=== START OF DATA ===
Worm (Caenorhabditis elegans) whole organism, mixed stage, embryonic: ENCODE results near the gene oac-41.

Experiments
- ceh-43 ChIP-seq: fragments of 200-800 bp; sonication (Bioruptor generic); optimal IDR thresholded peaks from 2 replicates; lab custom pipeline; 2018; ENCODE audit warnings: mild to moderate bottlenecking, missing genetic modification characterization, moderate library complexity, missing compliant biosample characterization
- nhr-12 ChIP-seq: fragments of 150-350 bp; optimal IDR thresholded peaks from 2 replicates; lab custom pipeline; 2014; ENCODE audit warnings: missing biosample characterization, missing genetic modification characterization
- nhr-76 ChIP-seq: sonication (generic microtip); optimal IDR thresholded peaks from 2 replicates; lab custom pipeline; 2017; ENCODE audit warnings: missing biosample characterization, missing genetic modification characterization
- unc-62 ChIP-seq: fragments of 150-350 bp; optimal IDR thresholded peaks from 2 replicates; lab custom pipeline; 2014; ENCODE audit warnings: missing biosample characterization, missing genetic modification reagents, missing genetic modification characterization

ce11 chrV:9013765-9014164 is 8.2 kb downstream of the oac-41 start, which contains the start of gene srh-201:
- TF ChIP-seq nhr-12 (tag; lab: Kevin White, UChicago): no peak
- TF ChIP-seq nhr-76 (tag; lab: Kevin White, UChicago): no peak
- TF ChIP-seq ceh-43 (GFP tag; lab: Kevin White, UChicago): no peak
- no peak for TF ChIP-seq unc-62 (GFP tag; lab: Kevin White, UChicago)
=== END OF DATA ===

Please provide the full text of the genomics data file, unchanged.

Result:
Worm (Caenorhabditis elegans) whole organism, mixed stage, embryonic: ENCODE results near the gene oac-41.

Experiments
- ceh-43 ChIP-seq: fragments of 200-800 bp; sonication (Bioruptor generic); optimal IDR thresholded peaks from 2 replicates; lab custom pipeline; 2018; ENCODE audit warnings: mild to moderate bottlenecking, missing genetic modification characterization, moderate library complexity, missing compliant biosample characterization
- nhr-12 ChIP-seq: fragments of 150-350 bp; optimal IDR thresholded peaks from 2 replicates; lab custom pipeline; 2014; ENCODE audit warnings: missing biosample characterization, missing genetic modification characterization
- nhr-76 ChIP-seq: sonication (generic microtip); optimal IDR thresholded peaks from 2 replicates; lab custom pipeline; 2017; ENCODE audit warnings: missing biosample characterization, missing genetic modification characterization
- unc-62 ChIP-seq: fragments of 150-350 bp; optimal IDR thresholded peaks from 2 replicates; lab custom pipeline; 2014; ENCODE audit warnings: missing biosample characterization, missing genetic modification reagents, missing genetic modification characterization

ce11 chrV:9013765-9014164 is 8.2 kb downstream of the oac-41 start, which contains the start of gene srh-201:
- TF ChIP-seq nhr-12 (tag; lab: Kevin White, UChicago): no peak
- TF ChIP-seq nhr-76 (tag; lab: Kevin White, UChicago): no peak
- TF ChIP-seq ceh-43 (GFP tag; lab: Kevin White, UChicago): no peak
- no peak for TF ChIP-seq unc-62 (GFP tag; lab: Kevin White, UChicago)